The CAVA trial (CAtheter Versus Anticoagulation) is an open-label, assessor-blind, multicenter, randomized controlled trial that is comparing the efficacy and safety of additional ultrasound-accelerated catheter-directed thrombolysis (UACDT with an EKOS® device) versus standard anticoagulation therapy in patients with their first acute iliofemoral deep vein thrombosis (DVT) with complaints for less than 14 days. The primary outcome of the study was the proportion of postthrombotic syndrome measured using the Villalta score at the 1-year follow-up. The secondary end points include the proportion of postthrombotic syndrome by International Society on Thrombosis and Haemostasis (ISTH) criteria, the severity of postthrombotic syndrome, and the health-related and generic quality of life scores. The safety outcome was major bleeding. A total of 184 patients were allocated to either UACDT (n=91) or conventional treatment (n=93). Of those patients allocated to EACDT vs conventional treatment, 74 vs 71, respectively, completed the 12-month followup, 77 vs 75, respectively, were analyzed in an intention-to-treat (ITT) modality, and 58 vs 57, respectively, were analyzed per protocol. The baseline characteristics of the patients were similar in both groups. The mean duration of symptoms before UACDT was 11.0 days and the venous stenting rate was 45%. The primary outcome at 12 months was registered in 29.3% of patients after UACDT and in 35.1% of patients after conventional treatment with no statistically significant difference. In addition, there was no difference in secondary outcomes. The subanalysis showed a successful lysis with restored vein patency of _90%; however, only 53.2% of patients in the UACDT group achieved restored vein patency. Compared with those after unsuccessful lysis, these patients had a significantly higher stenting rate (75.6% vs 11.1%) and better outcomes: less moderate-to-severe postthrombotic syndrome (7.5% vs 25.7%), lower Villata (3.35±3.10 vs 4.72±3.19) and VCSS (3.50±2.57 vs 4.88±2.25) scores, and better quality of life parameters.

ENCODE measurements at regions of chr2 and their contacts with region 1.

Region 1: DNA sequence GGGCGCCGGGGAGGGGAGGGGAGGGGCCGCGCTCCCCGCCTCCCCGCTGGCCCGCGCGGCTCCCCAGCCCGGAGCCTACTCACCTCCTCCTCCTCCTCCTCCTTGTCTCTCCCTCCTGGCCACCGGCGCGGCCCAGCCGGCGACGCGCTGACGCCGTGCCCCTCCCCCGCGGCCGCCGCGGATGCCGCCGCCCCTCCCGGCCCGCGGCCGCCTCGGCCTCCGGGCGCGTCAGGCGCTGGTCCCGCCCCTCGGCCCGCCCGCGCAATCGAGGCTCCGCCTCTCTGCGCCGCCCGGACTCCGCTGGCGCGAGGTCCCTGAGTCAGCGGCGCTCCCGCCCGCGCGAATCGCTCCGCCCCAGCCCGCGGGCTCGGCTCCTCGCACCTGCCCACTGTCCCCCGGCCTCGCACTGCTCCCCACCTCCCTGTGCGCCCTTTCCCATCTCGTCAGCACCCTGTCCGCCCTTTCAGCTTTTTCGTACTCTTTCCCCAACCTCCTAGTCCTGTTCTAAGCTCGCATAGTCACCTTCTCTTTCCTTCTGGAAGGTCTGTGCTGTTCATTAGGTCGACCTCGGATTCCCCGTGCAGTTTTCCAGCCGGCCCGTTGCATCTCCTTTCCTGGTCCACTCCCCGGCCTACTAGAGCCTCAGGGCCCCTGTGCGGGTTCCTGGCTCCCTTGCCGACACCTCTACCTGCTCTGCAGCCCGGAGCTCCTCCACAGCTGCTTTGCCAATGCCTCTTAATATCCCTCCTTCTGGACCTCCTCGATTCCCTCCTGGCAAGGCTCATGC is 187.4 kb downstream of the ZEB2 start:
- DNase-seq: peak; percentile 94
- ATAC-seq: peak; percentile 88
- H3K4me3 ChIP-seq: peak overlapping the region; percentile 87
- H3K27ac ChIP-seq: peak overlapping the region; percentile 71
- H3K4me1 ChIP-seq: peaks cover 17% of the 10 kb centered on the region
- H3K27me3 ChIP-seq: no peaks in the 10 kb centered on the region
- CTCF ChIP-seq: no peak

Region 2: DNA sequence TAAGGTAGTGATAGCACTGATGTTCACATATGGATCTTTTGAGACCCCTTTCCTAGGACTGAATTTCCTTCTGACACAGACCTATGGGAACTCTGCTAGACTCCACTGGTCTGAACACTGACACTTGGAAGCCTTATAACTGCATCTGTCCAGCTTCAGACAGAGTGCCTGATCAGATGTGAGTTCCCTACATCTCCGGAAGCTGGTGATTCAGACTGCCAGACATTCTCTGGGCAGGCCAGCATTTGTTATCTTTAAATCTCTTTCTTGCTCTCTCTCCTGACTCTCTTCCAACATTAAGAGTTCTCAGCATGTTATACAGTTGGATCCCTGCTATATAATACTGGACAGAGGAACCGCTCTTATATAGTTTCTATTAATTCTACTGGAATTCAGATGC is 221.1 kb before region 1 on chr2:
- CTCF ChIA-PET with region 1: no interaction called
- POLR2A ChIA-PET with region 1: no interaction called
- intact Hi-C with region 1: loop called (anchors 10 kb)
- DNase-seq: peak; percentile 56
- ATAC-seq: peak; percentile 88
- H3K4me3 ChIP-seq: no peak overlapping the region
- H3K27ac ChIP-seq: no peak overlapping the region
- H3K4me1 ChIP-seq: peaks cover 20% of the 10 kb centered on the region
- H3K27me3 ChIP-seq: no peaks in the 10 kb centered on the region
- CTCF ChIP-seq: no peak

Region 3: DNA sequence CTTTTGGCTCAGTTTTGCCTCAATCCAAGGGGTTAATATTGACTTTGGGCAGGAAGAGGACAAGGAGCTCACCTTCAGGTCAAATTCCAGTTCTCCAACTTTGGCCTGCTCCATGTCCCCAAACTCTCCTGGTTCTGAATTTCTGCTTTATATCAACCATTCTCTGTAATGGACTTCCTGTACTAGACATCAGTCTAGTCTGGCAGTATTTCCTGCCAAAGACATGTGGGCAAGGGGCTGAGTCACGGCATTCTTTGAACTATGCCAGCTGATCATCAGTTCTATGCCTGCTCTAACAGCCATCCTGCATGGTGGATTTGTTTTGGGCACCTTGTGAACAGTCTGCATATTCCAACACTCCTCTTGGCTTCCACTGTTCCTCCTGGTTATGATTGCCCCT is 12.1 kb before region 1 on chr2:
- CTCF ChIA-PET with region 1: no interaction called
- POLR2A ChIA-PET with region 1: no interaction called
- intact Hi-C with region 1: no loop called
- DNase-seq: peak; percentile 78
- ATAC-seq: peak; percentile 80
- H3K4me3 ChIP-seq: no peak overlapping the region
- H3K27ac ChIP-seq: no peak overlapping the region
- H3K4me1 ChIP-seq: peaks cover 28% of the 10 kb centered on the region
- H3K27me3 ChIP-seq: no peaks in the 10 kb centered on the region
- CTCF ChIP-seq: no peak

Where next after ATTRACT and CAVA?